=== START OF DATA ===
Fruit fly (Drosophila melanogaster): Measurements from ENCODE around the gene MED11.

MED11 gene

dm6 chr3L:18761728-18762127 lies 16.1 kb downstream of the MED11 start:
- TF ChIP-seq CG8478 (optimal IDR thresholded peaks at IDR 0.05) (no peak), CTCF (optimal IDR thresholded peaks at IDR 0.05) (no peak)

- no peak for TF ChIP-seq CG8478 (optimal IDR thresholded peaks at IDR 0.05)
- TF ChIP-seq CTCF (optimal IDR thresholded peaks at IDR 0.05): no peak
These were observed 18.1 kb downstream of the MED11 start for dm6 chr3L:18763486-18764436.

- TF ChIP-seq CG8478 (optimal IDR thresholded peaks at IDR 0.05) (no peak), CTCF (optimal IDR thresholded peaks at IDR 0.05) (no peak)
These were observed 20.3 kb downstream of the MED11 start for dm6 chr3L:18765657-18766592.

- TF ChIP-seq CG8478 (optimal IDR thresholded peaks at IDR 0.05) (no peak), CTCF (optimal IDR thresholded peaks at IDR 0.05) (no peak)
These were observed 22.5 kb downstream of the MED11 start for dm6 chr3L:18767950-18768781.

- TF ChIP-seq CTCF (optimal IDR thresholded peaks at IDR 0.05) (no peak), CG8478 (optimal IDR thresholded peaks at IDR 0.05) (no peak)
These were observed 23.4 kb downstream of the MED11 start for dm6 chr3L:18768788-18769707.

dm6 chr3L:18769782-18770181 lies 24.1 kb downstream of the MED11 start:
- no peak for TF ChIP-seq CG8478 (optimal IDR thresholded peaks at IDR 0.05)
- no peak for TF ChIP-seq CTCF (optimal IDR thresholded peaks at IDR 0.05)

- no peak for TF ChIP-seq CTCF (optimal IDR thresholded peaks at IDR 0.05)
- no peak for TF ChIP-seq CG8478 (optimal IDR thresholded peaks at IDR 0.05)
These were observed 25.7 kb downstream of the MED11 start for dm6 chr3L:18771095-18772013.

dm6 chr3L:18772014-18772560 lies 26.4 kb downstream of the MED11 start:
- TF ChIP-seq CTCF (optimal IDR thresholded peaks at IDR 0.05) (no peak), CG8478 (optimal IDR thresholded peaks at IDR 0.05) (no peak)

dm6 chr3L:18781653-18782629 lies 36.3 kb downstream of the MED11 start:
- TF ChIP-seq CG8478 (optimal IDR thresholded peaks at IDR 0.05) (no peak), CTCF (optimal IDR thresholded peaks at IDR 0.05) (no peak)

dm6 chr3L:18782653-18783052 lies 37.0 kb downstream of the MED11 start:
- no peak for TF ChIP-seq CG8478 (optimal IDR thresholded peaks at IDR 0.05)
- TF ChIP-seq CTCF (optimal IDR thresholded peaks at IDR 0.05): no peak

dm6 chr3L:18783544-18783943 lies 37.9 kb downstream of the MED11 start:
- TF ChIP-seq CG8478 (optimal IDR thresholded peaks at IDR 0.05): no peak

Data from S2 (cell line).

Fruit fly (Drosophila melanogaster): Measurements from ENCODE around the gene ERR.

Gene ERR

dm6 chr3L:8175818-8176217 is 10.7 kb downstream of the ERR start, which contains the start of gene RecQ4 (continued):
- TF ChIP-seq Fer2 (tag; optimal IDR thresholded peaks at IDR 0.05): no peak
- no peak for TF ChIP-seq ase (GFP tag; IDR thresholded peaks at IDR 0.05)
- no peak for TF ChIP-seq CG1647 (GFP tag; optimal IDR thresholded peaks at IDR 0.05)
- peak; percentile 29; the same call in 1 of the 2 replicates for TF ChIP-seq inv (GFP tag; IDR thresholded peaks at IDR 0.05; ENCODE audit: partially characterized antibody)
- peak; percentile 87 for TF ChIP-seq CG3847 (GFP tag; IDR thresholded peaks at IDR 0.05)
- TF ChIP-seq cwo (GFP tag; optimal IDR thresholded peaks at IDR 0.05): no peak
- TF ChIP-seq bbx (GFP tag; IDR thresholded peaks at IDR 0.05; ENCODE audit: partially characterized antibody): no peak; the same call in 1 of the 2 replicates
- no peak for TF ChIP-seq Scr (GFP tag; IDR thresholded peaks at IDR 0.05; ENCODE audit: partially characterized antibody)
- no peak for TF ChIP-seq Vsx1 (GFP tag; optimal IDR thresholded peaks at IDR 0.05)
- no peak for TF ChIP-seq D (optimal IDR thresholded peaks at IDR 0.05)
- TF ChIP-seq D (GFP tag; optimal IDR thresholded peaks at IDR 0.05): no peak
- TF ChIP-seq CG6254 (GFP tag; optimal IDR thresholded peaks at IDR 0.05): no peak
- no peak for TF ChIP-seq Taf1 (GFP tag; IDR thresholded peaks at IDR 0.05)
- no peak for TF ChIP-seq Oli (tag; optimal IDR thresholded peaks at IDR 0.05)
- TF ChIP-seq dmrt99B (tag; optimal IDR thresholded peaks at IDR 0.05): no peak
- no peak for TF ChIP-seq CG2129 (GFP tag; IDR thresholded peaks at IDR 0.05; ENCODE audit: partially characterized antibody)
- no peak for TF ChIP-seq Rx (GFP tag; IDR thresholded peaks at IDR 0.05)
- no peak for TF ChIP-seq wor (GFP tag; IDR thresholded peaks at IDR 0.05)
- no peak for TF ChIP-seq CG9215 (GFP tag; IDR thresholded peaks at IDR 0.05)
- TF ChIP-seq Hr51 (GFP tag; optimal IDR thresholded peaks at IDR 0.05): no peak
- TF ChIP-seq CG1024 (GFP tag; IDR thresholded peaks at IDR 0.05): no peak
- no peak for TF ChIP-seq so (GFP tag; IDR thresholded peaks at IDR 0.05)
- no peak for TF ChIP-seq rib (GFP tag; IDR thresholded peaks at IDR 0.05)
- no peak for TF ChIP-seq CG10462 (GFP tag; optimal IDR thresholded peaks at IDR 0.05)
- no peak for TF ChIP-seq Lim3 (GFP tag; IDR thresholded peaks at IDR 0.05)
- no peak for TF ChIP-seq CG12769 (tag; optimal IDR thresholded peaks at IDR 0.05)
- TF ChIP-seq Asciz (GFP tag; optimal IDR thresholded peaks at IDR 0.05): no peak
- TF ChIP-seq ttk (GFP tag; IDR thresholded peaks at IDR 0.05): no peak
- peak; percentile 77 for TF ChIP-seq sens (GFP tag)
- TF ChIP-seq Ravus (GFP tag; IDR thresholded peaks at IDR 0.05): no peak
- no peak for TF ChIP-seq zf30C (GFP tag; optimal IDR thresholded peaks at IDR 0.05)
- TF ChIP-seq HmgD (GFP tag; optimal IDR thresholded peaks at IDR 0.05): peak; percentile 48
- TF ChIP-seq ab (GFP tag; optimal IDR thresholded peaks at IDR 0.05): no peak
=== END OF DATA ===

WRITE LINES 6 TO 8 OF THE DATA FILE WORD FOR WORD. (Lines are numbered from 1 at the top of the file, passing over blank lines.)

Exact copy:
- TF ChIP-seq CTCF (optimal IDR thresholded peaks at IDR 0.05): no peak
These were observed 18.1 kb downstream of the MED11 start for dm6 chr3L:18763486-18764436.

- TF ChIP-seq CG8478 (optimal IDR thresholded peaks at IDR 0.05) (no peak), CTCF (optimal IDR thresholded peaks at IDR 0.05) (no peak)